If you’re looking for a new monitor to upgrade your workstation, then it’s always wise to invest for something you can use long-term, an all-around display that can keep up with all your work and entertainment needs. This may mean taking extra features into account. For most users, a fully adjustable stand can provide the ergonomic needs for almost any type of work. Many computer monitors with $300 price tag often come with small and slightly wobbly stand, and only offers tilt adjustments, no swivel and height adjustment. This may be fine for most users, but if you’re going to spend hours in front of your computer on a daily basis, it is best to get a monitor with a sturdy and adjustable stand that you can set to your preferred viewing position.
Asus PB287Q is supported by a solid square base that keeps the monitor stable and secured in place. The stand also allows flexible adjustability for ergonomics.
VESA Standard Mounting Holes
If your preferred monitor don’t come with adjustable stand, or you want bigger displays that don’t allow adjustments, then make sure it has VESA mounting standard holes. This will allow you to mount the display to third-party solutions for a more ergonomic setup in your workstation. It’s also the best option for multi-monitor display, such as dual monitor or triple monitor setup.
More and more new monitor models right now come with extra I/O ports, and one of the most important add-ons you can have in this area is the USB ports. Often found on the side of the cabinet, USB ports lets you plug in your memory device, smartphone, tablet, or various gadgets to conveniently connect them to the computer and simultaneously charge the device. This allows faster and more convenient file transfer, particularly helpful for work and business environments. The standard USB 2.0 will do, but USB 3.0 offers the fastest file transfer speed and charging speed.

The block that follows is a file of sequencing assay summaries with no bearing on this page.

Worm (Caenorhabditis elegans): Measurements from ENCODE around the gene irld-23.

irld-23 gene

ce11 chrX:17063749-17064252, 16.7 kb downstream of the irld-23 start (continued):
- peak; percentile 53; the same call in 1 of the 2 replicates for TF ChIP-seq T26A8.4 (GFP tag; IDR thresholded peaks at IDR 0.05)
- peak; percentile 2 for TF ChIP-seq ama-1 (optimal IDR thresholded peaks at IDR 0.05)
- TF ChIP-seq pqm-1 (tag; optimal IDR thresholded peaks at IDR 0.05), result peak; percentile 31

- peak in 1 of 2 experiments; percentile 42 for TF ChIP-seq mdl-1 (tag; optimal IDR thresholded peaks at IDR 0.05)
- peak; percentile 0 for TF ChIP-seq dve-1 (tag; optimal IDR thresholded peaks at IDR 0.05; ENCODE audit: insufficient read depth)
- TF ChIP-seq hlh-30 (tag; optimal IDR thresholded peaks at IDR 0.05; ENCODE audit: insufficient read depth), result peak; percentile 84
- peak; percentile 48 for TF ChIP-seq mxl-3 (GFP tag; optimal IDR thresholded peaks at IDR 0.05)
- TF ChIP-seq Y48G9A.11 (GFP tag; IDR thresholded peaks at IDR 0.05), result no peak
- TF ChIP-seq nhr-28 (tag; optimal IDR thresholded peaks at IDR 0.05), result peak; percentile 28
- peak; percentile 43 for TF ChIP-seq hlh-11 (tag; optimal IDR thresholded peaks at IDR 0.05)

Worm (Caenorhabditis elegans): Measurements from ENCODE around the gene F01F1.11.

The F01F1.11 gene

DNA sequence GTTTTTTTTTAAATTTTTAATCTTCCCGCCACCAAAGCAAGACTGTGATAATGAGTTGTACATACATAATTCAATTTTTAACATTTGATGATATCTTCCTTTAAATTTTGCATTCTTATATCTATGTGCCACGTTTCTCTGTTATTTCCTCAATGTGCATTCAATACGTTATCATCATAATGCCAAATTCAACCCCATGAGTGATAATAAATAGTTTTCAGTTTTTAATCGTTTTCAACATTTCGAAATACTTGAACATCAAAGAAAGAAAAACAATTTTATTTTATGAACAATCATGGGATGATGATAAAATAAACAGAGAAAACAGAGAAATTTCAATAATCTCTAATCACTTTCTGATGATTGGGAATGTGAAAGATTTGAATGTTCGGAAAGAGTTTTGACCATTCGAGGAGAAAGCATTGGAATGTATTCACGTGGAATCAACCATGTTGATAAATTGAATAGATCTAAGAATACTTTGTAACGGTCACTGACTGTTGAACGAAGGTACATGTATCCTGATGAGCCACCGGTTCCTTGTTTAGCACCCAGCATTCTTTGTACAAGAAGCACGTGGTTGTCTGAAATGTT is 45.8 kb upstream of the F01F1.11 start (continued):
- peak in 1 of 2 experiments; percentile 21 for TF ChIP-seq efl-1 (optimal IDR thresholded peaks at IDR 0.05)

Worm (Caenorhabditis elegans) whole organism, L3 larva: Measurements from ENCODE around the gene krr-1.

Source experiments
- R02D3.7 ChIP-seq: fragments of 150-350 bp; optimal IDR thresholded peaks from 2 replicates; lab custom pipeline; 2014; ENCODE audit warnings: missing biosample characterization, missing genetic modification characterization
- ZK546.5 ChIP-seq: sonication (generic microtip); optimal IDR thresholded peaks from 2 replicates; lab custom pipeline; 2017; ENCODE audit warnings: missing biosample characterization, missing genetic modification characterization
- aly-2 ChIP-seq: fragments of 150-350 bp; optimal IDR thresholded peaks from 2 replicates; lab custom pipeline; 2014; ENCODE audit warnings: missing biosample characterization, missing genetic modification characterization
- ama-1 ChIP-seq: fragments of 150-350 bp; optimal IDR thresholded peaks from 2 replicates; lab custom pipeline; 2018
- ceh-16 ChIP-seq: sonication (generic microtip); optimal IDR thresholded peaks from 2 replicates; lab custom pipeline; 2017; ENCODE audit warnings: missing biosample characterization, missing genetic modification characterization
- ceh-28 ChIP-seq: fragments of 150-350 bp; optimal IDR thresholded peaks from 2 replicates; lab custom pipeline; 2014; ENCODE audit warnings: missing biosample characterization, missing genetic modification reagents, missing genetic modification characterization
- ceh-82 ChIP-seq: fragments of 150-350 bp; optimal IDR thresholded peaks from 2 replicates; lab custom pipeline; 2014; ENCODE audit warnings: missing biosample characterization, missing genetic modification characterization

Built-in speakers provide a lot of convenience for people with cramped desktop space. However, in most cases, built-in speakers are poor; lacking bass and sounds tiny. There are however, a couple of products out there with good built-in monitor quality. They’re great for watching movies, playing games or listening to music. They can be hard to find though, and they may compromise some aspects of image and performance quality for the audio quality.
speakers transforms your audio system for more immersive experience
Philips Moda 2 is equipped with a pair of high-quality built-in front-firing Bluetooth speaker right on its base. The speakers comes with SRS WOW HD sound technology can transform your workstation’s audio system for better immersive experience.
What do I need to know about FreeSync and G-Sync?
If you don’t usually play games on your desktop PC, then you don’t need to be concerned with about FreeSync and G-Sync. Both known as adaptive sync, these technologies are aimed for gamers, as they eliminate the age-old problem of screen tearing.
Almost all games experience screen tearing at some point; this is problem is characterized by horizontal lines across the screen the splits images. It usually happens during fast-paced games. There are lots of reasons behind screen tearing, but they primarily happen because of a mismatch in the display’s refresh rate and the output of the graphics card. For example, your display’s refresh rate is at 60Hz, while your graphics card only runs at 40fps. This means frames don’t show on screen at the exact moment it is refreshing, resulting to two or more frames appearing on screen.
Nvidia and AMD graphics drivers use VSync to fix this problem, however, this results to laggy and stuttering gameplay as the graphics card stop making frames to keep in sync with the monitor. FreeSync and G-Sync solves this problem minus the stuttering gameplay.
For more in-depth guides like this, check out Dual Monitors Guide today!